There are other factors involved that make the implementation of what you suggest hard on a large scale. I'm sure we could redesign the production cycle to implement this somehow into the cycle, but realistically we're not going to close down our facility for a day or two to do this, especially when this is something that could simply be done personally by the owner.
At the end of the day to suggest that we could provide the disc is one thing, but the point is that the drivers are there to be backed up, and we provide ample notification that this needs to be done.
The problem that we're not discussing here is that the end-user is either the type of person who reads all of the documentation from top to bottom (and therefore we never hear from them about this problem), or the type of person who immediately puts aside the documentation aside and never reads it unless they absolutely must.
As a sort of compromise I must admit that I fall into the latter category myself.....
Clearly the "ample notification" isn't that ample as I managed to miss it. I flicked through the manual provided last night following your post and it wasn't immediately obvious to me - so I suggest it is fairly buried, it may be that it was in the 'recovery' section but who is going to read that on a working new PC.
I think to push the responsibility to do this onto the customer, who as you suggest, is unlikely to read a manual unless they have an issue - is not a great idea. Other manufacturers manage to supply drivers, why can't Mesh?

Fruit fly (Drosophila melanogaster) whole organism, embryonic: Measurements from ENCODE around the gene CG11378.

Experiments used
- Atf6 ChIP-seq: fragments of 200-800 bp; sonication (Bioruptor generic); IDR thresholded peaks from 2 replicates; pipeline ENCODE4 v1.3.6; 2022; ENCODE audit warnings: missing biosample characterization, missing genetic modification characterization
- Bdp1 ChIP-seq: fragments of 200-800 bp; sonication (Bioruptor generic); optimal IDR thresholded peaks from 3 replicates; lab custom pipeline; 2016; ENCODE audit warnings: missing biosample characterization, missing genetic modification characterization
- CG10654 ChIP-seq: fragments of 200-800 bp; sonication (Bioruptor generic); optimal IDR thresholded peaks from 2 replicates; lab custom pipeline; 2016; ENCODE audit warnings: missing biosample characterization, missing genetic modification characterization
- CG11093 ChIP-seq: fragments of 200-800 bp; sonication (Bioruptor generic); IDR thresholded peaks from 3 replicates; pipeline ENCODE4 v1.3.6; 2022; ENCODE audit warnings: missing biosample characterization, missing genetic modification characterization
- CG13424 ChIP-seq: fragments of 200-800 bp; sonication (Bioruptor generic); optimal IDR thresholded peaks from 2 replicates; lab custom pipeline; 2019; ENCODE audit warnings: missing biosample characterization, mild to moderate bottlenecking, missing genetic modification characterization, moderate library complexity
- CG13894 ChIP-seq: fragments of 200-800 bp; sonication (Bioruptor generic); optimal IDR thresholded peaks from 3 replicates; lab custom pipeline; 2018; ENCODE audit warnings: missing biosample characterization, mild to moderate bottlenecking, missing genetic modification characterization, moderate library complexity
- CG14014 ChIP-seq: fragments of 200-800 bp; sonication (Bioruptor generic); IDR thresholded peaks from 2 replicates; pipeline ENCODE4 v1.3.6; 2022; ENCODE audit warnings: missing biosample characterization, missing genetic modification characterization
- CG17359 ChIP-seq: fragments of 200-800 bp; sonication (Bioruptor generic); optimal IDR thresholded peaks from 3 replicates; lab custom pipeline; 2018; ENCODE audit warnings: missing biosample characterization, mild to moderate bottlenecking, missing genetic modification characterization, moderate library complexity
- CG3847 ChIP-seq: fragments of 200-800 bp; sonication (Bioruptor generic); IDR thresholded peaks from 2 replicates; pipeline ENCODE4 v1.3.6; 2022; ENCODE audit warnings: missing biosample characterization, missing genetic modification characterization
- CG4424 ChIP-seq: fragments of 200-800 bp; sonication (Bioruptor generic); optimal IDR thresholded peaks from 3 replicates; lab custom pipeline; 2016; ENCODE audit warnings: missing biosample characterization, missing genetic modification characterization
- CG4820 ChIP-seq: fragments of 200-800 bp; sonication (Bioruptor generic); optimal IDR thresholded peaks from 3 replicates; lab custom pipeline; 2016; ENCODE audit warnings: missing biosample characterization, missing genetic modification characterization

If your car manual said somewhere in the small print: "Spare tyre only available to customers who visit garage within first week of ownership and ask" how many drivers do you think would find themselves stranded?!
I certainly don't recall seeing anything about it on the quick start sheet and again, being proficient with PCs I generally don't need a quick start sheet to setup the PC.
I can see why you do it - it is a cost saving exercise, but I'm saying I don't think it is a good idea and I suggest that in a lot of cases it will result in disgruntled customers if they find themselves in a tight spot. Other manufacturers are able to do this, why not Mesh?
Can you name the other manufacturers who do this, that don't run off 1000 of the same system? Who can claim that each system is uniquely tailored to the customer's wishes?
I'm not trying to excuse ourselves on this one, your points have merit. The fact of the matter is that during support when the staff ask if the customer made the backup, the larger majority of the responses are affirmative. If the notice for them to do it isn't clear enough then why did they do this?
It is about cost saving at the end of the day, I'd be a fool to try and claim otherwise. The question is how much does it cost the end-user to perform the same task? One that would no doubt increase the cost of production were it implemented now.
I appreciate your feedback on this one, it's good to get your opinion on the matter.